November 14, 2007

From Scopes to Dover-17: Teaching of evolution is back in court

(Note this has been updated)

(For previous posts in this series, see here.)

1968 was a watershed year for attempts to ban the teaching of evolution in schools. The events of that year arose because of the rise of creationist thinking in the 1960s. Influential in the rise of the creationist movement was the publication in 1961 of the book The Genesis Flood by John Whitcomb and Henry M. Morris. This was a 500-page book that tried to make the case that scientific evidence supported a literal interpretation of the Bible, down to a 6,000 year old Earth and Noah's flood. While Whitcomb was a theologian, Morris had a doctoral degree in hydraulic engineering with minors in geology and mathematics. He later founded in 1970 the Institute for Creation Research to advance these ideas.

These new creationist groups took the Bible very literally, more so than William Jennings Bryan, and in fact they thought that during the Scopes trial Bryan had betrayed Christianity by allowing that the creation days of Genesis may have lasted longer than 24 hours, thus allowing the possibility that universe may have been around for more than 6,000 years. The new creationists were having none of that wishy-washiness. Coupled with their strict literal interpretation of the Bible was the powerful feeling that the teaching of evolution had to be countered.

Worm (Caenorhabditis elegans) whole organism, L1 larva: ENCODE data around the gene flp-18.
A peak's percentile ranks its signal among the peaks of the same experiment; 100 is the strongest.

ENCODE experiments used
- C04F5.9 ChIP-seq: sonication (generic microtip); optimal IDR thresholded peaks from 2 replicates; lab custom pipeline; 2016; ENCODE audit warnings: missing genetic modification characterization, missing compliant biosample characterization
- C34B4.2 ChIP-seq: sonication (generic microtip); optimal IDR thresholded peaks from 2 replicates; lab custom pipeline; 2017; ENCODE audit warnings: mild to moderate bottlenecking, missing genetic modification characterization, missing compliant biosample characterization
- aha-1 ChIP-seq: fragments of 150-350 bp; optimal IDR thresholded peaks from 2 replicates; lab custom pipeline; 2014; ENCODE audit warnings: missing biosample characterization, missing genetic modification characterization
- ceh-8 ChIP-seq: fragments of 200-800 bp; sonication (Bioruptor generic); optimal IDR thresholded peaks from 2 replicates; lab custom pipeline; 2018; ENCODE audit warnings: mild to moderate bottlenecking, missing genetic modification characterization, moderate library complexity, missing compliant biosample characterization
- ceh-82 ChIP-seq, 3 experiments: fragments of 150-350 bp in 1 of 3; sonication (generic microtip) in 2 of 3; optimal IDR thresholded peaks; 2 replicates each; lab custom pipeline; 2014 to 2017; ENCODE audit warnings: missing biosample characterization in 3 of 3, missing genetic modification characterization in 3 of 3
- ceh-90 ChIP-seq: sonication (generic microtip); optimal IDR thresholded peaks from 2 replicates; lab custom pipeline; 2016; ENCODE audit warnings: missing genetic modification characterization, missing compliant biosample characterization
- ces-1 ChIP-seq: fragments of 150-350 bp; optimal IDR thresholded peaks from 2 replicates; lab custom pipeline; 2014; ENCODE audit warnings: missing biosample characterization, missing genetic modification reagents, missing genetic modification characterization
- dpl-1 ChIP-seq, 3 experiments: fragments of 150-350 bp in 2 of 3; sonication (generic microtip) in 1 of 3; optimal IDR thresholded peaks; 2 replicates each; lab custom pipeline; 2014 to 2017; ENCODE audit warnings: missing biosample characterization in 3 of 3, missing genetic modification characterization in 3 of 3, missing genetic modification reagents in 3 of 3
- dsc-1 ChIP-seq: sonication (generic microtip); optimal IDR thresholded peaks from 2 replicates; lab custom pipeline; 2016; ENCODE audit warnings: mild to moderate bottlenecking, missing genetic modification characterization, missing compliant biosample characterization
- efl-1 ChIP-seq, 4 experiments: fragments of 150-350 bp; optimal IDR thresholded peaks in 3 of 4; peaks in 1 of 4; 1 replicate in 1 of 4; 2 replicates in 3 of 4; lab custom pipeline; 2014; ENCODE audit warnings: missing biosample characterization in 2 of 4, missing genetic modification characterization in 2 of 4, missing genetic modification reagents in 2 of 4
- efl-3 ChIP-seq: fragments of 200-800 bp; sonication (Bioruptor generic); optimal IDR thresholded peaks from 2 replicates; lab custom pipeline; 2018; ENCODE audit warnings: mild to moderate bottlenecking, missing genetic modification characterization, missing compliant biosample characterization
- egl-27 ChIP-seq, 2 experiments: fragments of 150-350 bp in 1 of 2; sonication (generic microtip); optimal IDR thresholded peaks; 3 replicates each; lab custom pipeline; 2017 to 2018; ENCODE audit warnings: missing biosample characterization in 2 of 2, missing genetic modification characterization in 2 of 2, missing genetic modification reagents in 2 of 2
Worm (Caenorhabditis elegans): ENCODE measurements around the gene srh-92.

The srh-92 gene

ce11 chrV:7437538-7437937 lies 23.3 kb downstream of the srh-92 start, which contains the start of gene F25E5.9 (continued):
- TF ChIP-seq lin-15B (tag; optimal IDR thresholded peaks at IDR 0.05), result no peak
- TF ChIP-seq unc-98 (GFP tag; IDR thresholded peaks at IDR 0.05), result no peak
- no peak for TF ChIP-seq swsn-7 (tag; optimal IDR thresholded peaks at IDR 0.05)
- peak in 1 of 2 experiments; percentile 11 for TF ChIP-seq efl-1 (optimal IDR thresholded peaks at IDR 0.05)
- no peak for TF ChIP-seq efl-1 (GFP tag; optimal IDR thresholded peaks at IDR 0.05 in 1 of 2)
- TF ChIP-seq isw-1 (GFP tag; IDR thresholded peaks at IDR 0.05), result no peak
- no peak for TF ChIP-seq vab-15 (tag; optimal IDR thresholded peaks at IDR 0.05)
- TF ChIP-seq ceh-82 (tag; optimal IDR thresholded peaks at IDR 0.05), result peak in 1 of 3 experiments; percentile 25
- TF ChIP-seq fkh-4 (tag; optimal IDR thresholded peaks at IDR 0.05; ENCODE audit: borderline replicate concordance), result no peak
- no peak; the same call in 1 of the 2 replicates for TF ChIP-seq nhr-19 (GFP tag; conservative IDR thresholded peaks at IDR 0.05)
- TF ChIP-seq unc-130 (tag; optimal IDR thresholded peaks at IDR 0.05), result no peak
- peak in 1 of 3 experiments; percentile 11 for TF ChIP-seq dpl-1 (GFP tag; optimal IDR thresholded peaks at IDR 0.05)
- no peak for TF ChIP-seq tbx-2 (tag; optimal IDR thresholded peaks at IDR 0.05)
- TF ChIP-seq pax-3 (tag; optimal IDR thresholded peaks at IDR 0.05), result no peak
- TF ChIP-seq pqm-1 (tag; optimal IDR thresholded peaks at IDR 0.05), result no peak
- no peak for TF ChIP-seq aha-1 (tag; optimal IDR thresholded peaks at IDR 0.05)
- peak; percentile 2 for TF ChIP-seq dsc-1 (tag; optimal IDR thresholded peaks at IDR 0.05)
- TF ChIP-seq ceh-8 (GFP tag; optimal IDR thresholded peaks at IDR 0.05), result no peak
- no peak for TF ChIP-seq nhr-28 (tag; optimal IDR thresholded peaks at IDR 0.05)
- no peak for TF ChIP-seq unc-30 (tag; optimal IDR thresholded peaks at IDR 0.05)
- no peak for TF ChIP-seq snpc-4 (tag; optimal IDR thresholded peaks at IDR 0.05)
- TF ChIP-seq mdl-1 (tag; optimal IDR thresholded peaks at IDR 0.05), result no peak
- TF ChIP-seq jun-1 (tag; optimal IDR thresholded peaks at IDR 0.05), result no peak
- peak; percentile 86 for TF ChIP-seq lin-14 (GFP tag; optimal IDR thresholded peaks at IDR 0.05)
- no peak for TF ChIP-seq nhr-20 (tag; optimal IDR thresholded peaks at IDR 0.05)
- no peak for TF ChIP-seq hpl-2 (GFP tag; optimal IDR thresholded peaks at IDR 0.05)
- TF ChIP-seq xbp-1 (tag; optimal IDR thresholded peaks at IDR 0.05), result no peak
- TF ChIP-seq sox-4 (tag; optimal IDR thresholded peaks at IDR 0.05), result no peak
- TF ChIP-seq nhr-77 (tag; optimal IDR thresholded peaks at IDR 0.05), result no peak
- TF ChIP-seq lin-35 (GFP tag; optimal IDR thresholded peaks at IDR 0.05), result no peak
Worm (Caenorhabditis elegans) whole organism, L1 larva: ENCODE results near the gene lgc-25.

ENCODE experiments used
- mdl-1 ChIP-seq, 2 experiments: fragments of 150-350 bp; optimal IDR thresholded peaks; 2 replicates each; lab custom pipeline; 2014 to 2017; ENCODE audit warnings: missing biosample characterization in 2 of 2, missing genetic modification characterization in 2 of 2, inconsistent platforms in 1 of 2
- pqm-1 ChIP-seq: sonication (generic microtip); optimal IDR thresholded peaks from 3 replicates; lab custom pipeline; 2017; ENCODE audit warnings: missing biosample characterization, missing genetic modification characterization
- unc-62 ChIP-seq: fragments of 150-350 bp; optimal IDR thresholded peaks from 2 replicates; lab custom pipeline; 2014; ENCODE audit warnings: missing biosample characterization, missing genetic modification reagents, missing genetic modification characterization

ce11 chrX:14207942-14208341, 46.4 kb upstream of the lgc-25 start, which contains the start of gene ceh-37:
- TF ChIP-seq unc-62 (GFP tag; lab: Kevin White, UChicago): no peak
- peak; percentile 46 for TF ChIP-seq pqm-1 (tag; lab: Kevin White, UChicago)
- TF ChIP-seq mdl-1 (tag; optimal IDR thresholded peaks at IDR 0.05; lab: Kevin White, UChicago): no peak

As I wrote in Quest for Truth: Scientific Progress and Religious Beliefs (2000, p. 4):

Initial challenges to the theory of evolution took the form of demands that schools and textbook publishers acknowledge that Darwinian evolution was "only a theory" and not a scientific "fact," and hence it should be eliminated from the science curriculum since science was supposed to be only concerned with facts. . . But these initial challenges had only minor success. Schools and teachers could hardly be expected not to say anything at all to students about how life and the universe came to be. Since Darwinian evolution had become accepted by professional scientists as the main organizing principle in understanding the appearance of different life forms, it was inevitable that science textbooks and the training of science teachers would reflect that thinking, albeit in a fairly ad-hoc manner.